A neat split release via Berlin's order05records. The opening track by Atlanta post punk institution Nag surprises with some synth-equipped psychedelic vibes á la Mononegatives or some later stuff by Useless Eaters, while detonating another charge of their rough and abrasive sound we've come to know and love in the other song. On the flipside then, Italy's Astio complement the sonic assault with a slightly more conventional but no less classy, mature make of moderately melodic oldschool post punk energy, the kind we've heard before from the likes of Criminal Code, Sievehead or, more recently, Pyrex, Body Maintenance or Schedule 1.
This Adelaide group has been around for well over a decade by now, yet it almost appears as if they've finally found their own groove just now on LP number four - or at the very least i can say, having taken a perfunctory glance over their previous records, that their newest one is playing in a different league altogether as everything here from the songwriting to the arrangements and production smoothly assembles into a way more realized vision while keeping things interesting with plenty of stylistic variety. I'm reminded of a whole bunch of other Australian groups in the garage-/post punk spectrum, among which are garage-/pub rock-leaning acts á la Mini Skirt, Hideous Sun Demon and Pist Idiots, post punk/-core acts like Batpiss, Bench Press or Rip Room aswell as some traces of classics from the likes of ('80s) Scientists and The New Crists.
Following their most ambitious record so far in last year's Material LP, which expanded the sonic pallette out into the weirder fringes of somewhat Desperate Bicycles-leaning art punk and also featured some of the most infectious power pop songwriting of that year, the newest 7" by Nick Vicario aka Smirk, who's also known as a member of Public Eye, Crisis Man und Cemento among others, keeps things comparatively simple and straightforward this time while his heavily sample-backed songs and arrangements still unerringly hit their mark every single time.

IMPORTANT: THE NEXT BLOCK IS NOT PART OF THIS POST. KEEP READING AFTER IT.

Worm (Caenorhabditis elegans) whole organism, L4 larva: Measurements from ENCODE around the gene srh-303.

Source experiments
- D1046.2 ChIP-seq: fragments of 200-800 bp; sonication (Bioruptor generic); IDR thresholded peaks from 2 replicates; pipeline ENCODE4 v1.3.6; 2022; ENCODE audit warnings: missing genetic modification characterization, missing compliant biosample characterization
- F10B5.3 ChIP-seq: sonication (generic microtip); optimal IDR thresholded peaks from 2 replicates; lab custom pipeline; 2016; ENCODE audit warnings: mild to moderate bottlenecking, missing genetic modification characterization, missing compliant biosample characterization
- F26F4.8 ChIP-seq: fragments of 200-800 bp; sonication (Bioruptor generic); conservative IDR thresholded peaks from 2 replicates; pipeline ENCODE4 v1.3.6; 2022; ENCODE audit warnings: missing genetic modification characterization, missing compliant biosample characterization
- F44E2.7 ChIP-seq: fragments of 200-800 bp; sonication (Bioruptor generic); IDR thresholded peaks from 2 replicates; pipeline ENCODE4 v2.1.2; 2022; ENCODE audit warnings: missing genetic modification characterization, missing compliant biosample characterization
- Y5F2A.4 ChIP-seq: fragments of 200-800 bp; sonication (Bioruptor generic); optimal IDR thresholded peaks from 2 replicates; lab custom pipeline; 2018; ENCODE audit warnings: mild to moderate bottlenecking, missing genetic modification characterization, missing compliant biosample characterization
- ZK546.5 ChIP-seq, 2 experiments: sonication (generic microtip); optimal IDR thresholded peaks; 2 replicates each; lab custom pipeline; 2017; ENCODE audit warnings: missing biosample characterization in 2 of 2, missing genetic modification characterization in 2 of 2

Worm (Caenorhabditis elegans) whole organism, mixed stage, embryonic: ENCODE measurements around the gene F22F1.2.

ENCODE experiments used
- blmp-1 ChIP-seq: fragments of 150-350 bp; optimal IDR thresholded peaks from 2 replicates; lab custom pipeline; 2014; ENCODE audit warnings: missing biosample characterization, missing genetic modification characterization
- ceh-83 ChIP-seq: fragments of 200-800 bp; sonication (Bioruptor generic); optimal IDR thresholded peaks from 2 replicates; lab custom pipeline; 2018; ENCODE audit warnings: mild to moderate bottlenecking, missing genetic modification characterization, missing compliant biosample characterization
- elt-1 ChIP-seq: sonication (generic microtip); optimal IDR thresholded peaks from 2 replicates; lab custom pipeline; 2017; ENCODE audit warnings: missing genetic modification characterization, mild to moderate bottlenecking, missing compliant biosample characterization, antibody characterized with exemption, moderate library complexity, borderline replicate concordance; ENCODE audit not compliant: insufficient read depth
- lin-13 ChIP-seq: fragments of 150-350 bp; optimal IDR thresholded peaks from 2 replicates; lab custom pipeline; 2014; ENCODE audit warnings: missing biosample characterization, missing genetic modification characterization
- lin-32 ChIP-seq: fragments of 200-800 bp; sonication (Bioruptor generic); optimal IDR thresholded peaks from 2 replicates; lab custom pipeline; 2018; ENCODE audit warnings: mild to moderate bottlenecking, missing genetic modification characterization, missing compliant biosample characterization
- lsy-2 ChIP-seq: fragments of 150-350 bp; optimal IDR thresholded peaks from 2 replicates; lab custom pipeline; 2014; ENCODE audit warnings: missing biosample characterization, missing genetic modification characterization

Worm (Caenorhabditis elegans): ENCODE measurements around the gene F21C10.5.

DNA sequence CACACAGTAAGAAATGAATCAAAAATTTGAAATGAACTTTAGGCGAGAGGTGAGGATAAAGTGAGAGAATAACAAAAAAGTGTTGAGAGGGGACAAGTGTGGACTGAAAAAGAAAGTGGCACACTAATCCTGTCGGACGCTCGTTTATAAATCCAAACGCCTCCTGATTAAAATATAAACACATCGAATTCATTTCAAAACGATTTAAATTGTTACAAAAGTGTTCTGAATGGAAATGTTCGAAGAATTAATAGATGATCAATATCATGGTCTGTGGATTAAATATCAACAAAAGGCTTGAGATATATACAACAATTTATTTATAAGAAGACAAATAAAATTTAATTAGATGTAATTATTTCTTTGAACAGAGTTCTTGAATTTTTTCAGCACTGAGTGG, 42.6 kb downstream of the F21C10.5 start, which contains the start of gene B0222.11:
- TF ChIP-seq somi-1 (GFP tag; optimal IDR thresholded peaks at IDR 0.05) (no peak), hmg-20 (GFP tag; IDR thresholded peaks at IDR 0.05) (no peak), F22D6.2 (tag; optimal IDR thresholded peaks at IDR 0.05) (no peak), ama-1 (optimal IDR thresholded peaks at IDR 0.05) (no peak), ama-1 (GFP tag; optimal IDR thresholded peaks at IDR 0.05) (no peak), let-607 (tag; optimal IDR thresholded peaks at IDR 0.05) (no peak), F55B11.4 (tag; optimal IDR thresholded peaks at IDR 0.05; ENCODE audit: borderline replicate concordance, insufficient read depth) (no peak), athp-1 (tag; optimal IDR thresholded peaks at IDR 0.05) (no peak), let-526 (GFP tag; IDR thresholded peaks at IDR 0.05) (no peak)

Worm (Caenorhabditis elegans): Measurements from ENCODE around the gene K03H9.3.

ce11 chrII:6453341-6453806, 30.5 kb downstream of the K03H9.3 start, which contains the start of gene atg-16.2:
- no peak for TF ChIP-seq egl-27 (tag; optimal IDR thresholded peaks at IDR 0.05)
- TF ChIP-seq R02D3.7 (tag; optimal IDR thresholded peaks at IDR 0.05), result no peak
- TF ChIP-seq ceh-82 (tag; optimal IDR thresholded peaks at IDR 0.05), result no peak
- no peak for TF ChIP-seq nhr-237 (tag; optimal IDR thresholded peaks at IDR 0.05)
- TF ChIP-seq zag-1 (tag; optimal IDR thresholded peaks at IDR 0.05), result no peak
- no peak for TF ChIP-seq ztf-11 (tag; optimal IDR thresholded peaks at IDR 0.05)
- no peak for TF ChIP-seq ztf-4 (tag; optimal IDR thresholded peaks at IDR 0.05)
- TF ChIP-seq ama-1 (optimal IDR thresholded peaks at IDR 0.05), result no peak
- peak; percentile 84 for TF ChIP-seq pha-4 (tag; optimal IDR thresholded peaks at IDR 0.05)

Last year's steamroller of a (mini-)LP named Estray is a tough act to follow up for sure but the (probably) Leipzig/Berlin-based group manages to do so admiarably well on their newest album, retaining all of their previous qualities while expanding their garage punk sound with quite a bit of an abrasive noise rock edge which reminds me a lot of NY noise-/garage punk act Brandy and earlier Science Man. A good deal of melodic pop smashers á la Wouldn't You, Fomo or Get Clean is still present here so fans of that catchy, somewhat Booji Boys-esque power pop won't feel duped either.
A delightful batch of laid-back, off-kilter psychedelic- and garage punk goodness by a Toronto group. These tunes do have some slight US proto punk vibe to them in addition to pretty unmistakable space-/acid rock leanings, kinda like a mix between recent LPs by Jean Mignon, Peace de Résistance or older stuff like Faux Ferocious, even some early White Fence - with plenty of eggpunk weirdness on top. What's not to like?